An odd phenomenon has been at work in the past few years. Print book sales slope upward while eBook sales creep down. The trend manifests the opposite of what most people—or most people who write about these things—expected to happen, quite reasonably in many respects. Perhaps through sheer historical momentum, print retains its aura of authority.
But everyone knows that buying isn’t reading, which may indeed be in decline given the primacy of images, audio, and video, of YouTube explainers and documentaries such as the one above, which tells the tale of the “Pack Horse Librarians.”
These forgotten heroes, like the famed Pony Express, braved wind, rain, and rough terrain to deliver books to isolated settlers who otherwise may have had nothing to read.
But this is not a tale of cowboys and frontiersmen. The Pack Horse Librarians appeared in an Industrial Age, and what’s more they were mostly women. Called “book ladies” and “packsaddle librarians,” the librarians were deputized during the New Deal, when FDR sought to end the Great Depression by creating hundreds of jobs addressed to the country’s real social, material, and cultural needs. In this case, the Pack Horse Librarians responded to what many of us might consider a crisis, if not a crime.
“About 63% of the residents of Kentucky were without access to public libraries,” and somewhere around 30% of rural Kentuckians were illiterate. Those rural Kentuckians saw education as a way out of poverty, and the Works Progress Administration agreed, overseeing the book delivery project between 1935 and 1943. “Book women” made around $28 a month (a little over $500 in 2017) delivering books to homes and schoolhouses. By 1936, writes the site Appalachian History, “handmade and donated materials could not sustain the circulation needs of the pack horse patrons.”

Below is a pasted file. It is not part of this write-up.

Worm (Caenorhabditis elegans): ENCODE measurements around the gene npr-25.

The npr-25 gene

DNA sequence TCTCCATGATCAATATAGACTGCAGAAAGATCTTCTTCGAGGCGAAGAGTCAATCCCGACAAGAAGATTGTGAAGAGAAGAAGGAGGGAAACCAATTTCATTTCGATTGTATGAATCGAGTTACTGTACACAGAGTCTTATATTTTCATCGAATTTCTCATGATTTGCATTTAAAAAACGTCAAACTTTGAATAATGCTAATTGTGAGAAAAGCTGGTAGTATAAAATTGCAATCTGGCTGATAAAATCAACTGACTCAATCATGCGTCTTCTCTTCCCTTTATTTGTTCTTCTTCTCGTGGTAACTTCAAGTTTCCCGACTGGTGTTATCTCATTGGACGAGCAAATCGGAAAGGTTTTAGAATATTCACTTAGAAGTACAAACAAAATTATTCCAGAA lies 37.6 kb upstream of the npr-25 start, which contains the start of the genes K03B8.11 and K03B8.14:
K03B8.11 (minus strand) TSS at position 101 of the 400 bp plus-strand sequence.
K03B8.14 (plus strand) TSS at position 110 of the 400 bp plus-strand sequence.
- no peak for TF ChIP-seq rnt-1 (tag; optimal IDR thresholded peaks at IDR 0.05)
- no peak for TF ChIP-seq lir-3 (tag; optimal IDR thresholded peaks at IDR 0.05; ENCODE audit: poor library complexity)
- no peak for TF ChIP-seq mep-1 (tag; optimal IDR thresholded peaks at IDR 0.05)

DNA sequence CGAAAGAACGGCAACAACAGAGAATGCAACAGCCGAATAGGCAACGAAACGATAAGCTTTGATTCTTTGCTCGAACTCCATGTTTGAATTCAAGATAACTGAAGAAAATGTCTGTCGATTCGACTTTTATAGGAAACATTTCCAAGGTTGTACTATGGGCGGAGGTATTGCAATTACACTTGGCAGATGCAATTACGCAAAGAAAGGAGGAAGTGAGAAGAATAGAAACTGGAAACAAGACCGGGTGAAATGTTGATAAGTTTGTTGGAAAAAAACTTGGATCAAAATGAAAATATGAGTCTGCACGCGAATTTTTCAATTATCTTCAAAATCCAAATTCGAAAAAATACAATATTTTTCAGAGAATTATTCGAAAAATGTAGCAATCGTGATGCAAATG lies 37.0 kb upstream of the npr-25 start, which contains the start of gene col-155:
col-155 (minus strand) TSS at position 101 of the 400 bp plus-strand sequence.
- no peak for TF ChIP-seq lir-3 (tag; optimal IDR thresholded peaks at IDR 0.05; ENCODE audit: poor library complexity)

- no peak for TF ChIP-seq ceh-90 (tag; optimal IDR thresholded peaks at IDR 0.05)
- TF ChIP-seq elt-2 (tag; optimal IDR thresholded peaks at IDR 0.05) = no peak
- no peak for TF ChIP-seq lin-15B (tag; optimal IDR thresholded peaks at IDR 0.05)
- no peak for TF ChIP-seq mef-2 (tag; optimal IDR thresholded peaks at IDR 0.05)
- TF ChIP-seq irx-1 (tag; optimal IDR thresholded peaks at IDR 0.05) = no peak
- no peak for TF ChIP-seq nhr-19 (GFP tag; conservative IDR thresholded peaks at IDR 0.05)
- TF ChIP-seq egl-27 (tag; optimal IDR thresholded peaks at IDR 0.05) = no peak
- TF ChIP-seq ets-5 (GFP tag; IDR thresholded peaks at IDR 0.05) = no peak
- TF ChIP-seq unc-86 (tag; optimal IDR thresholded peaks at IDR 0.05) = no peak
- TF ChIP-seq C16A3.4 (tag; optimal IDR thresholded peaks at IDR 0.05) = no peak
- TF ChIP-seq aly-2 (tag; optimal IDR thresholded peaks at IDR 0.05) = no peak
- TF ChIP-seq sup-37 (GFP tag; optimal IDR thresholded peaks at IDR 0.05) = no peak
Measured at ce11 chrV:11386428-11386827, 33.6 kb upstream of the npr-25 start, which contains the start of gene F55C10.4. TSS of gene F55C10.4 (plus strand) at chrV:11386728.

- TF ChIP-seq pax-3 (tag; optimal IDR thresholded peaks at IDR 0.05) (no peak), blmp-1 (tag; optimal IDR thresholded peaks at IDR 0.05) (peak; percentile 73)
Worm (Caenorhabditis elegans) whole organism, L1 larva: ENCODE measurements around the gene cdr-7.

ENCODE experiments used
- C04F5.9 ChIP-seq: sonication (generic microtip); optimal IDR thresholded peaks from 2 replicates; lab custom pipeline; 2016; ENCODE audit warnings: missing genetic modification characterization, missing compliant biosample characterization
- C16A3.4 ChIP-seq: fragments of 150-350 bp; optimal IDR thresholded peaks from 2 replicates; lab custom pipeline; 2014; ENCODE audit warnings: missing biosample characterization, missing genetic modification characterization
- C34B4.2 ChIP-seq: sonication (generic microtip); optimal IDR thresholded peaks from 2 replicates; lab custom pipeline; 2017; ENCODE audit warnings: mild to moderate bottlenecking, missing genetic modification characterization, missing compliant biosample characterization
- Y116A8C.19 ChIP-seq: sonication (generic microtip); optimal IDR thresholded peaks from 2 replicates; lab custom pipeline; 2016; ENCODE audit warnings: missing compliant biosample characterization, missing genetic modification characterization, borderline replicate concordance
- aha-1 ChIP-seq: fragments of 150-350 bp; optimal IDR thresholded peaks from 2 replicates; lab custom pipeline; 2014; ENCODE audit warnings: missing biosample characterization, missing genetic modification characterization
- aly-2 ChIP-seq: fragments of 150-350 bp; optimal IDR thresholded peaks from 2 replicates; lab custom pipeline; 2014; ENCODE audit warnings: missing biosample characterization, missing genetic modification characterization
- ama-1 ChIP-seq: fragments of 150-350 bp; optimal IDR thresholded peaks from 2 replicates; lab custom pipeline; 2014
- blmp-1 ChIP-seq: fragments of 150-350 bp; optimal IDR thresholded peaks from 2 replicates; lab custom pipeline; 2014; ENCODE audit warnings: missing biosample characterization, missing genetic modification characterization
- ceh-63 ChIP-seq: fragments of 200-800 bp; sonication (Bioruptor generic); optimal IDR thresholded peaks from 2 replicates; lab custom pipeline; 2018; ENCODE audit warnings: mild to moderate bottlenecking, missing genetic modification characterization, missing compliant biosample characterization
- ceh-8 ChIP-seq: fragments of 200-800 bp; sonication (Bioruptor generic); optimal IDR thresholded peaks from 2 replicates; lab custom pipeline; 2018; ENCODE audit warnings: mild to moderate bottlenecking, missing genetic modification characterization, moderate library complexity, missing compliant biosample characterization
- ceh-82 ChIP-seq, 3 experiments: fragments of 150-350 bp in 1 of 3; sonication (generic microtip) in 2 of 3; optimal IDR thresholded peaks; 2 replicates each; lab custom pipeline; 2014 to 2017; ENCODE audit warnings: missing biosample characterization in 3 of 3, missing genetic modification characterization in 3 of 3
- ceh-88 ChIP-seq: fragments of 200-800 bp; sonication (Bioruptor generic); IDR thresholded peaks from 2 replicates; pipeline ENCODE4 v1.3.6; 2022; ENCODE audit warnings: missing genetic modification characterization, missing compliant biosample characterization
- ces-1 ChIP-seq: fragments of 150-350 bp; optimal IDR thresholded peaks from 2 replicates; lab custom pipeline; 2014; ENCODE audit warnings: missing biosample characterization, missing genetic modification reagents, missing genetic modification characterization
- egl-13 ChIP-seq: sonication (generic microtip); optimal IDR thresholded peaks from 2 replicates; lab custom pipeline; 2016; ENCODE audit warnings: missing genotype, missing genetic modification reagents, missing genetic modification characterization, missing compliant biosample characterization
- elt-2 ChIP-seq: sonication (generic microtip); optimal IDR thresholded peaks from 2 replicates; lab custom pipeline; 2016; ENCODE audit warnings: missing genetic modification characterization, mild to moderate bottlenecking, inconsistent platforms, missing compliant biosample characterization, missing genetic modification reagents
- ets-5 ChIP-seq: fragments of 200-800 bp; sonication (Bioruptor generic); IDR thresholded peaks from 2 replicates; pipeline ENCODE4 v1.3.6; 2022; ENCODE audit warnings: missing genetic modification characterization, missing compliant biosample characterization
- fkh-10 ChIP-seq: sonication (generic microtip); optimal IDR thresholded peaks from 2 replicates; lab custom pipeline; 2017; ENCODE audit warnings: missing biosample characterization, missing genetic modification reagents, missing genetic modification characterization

Surveys of readers found that pack horse patrons could not get enough of books about travel, adventure and religion, and detective and romance magazines. Children’s picture books were also immensely popular, not only with young residents but also their illiterate parents. Per headquarters, approximately 800 books had to be shared among five to ten thousand patrons.
To compensate for scarcity, a University of Kentucky presentation notes, librarians themselves created books of “mountain recipes and scrap books of current events.” But the service quickly grew to delivering more than 3,000 donated books per month, after a drive in which every PTA member in the state gave to the cause.
Eleanor Roosevelt (photographed above visiting a Packhorse Library in West Liberty, KY) was a champion of the service, which founder Elizabeth Fullerton modeled after a similar venture in 1913, itself a professionalization of work done by the Kentucky Federation of Women’s Clubs in the late 19th century.
We can see that the history of women librarians on horseback goes back quite a ways. But it is a history now forgotten, despite the efforts of recent books like Down Cut Shin Creek: The Pack Horse Librarians of Kentucky. A recent trend involves suggesting historical American figures who might replace all those monuments to the Confederacy. We might well add Pack Horse Librarians to the distinguished list of candidates.
The service lost its funding in 1943, “leaving some communities without access to books for decades,” Appalachian History writes, “until bookmobiles were introduced to the area in the late 1950s.” These services seem quaint in an era when widespread delivery by drone seems imminent. We seemingly live in the most information-rich, instant access society in history. Yet a significant number of people in the U.S. and around the world have little to no access to the internet. And a similar degree of illiteracy—at least of basic information and critical reasoning—may warrant a similarly direct intervention.